As some of you may remember I upgraded my Home Theatre PC to the Ubuntu/Live version of Xbox Media Center. Its a free and open source Media Center application. To get an idea of what the UI looks like, see here. Here is the current skin which I use, Confluence.
So anyways, I have been meaning to finally integrate X10 directly within XBMC in the form of a Python script, which is natively supported in XBMC. This article describes how I was able to accomplish this.
Note: Items starting with “>” can be interpreted as command line commands via SSH
For the XBMC base setup and configuration see my previous post here. Now we need to add in the X10 components. In the past I have been a big fan of the X10 modules. What you need is a Firecracker (CM17a) module with a USB to Serial Adapter. The specific USB to Serial Adapter is pretty important, because of the Linux drivers available. Mine, which obviously works, is listed as…
Future Technology Devices International, Ltd FT232 USB-Serial (UART) IC.
To be safe I do recommend using the same sort of device (at least the FTDI Chipset – Ubuntu seems to agree with it).
Once you have both of those simple components plug them in and allow your system to recognize the device. This may require a reboot.
To determine if it has been detected or not, you will need to SSH into your XBMC device and execute the command:
You should see something like...
Bus 004 Device 003: ID 0403:6001 Future Technology Devices International, Ltd FT232 USB-Serial (UART) IC
Since this is the first USB device on this rig, it is using ttyUSB0, so we must change permissions for that device via the command line:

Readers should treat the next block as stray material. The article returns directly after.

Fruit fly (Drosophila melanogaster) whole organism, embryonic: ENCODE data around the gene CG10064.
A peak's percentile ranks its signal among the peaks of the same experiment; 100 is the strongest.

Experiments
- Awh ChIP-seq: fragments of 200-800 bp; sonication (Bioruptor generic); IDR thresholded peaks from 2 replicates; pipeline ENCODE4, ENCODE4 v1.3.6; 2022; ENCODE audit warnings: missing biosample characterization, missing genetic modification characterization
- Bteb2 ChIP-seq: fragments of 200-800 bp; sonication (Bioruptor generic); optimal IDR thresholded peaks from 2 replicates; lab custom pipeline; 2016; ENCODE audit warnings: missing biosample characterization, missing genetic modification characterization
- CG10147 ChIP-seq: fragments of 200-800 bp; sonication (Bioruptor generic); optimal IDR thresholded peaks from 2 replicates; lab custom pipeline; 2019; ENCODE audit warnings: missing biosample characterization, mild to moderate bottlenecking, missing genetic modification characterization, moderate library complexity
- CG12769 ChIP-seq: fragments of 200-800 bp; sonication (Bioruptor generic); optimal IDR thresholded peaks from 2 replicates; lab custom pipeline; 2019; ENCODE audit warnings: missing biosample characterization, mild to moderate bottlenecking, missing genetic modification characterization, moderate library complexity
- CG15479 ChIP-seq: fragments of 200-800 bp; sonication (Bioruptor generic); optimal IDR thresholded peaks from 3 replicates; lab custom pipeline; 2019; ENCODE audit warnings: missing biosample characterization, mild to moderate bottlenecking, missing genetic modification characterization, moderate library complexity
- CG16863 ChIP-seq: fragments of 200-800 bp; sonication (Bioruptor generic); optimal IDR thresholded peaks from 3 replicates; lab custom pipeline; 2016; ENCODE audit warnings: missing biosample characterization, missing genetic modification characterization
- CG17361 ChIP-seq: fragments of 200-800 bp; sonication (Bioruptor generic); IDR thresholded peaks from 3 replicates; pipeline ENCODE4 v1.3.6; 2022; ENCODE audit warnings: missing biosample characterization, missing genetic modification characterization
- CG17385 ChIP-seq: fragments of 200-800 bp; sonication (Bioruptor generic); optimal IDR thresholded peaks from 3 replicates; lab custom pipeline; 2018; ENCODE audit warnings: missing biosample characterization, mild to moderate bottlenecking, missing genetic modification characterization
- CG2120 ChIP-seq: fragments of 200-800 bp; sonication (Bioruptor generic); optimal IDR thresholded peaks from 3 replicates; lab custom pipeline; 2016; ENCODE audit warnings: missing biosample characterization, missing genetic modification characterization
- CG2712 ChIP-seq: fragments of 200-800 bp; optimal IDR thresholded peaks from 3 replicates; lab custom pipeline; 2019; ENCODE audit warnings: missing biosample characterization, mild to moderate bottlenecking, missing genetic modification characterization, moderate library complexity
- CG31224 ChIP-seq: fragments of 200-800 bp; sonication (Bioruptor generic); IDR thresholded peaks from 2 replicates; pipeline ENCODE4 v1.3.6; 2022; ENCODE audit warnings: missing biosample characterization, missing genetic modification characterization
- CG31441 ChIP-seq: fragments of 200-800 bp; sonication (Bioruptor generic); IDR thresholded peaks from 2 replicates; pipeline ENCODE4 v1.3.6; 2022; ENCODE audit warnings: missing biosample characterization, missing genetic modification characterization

> sudo chmod go+wr /dev/ttyUSB0
The software side of things is fairly easily done, with an existing tool called “heyu”.
Step by step..
1. SSH into your XBMC
2. > cd ~
3. > mkdir x10
4. > cd x10
be sure to get the latest revision of heyu, I'm assuming 2.8.0 is the latest, but please do check.
6. Ensure the build-essentials are installed for your distro
> sudo apt-get update
> sudo apt-get install build-essential
7. Untar/gzip the heyu library
> tar -xvzf heyu-2.8.0.tgz
8. cd heyu-2.8.0
9. Build heyu (as documented in “INSTALL” file)
> sh ./Configure [option] (As a normal user)
> make (As a normal user)
> su (Become superuser)
> make install (As superuser) (choose 1)
> exit (Revert to normal user)
> heyu info (As a normal user, to test installation)
10. Start the heyu engine
> heyu start
11. And finally test; send firecracker (CM17A the All Off Command, for house code A)
> heyu falloff A
If that works, your now 1/2 of the way there!
The next set of steps will install the heyu engine to run at start up, by editing the rc.local file, here goes…
1. > sudo nano /etc/init.d/rc.local
2. Add the following lines:
chmod go+rw /dev/ttyUSB0
chmod go+rw /var/tmp/heyu
(putty supports copy and paste, paste with the right mouse button)
3. Save, exit (ctl-o, ctl-x)
If for some reason you cant save the document, you probably missed the “sudo” portion of the previous command. Exit without saving, and start from Step 1 again.
4. Reboot (sudo reset)
Upon boot your XBMC installation will have the heyu engine started and ready for your commands. If you SSH back into your device and issue the commands:
> heyu fon A1
>heyu falloff A
> heyu help
will give you the full help documentation as usual
XBMC Scripting with heyu
XBMC scripting is pretty straight forward if you go down the WindowXML route. There are a decent amount of examples online, and I have attached here my sample, working code.
In the sample, if you work your way down to the path, and edit the file:
You will see the layout. Consider this XML is the main control structure and positioning that you can use.
Next edit the file:
This is the python script responsible for initializing the UI and handling the events. Scroll down to about line 80 and you will see this block of code:
Notice that we are matching the “controlID” variable with the same control id=”1001” variable in the XML document.
As a final step, upload your edited script and XML document to your XBMC installation and give it a try.
Problems encountered so far
The heyu engine setup might need tweaking, especially when the XBMC device goes to sleep. Upon waking up it seems that I need to force the heyu restart command, and even then its not 100% reliable. I typically have to reboot to get it working just right.
Sometimes the receiver of the X10 signals is jammed. My module is pretty old so I plan on grabbing a new/better model.
Let me know if you have any further questions, comments or concerns.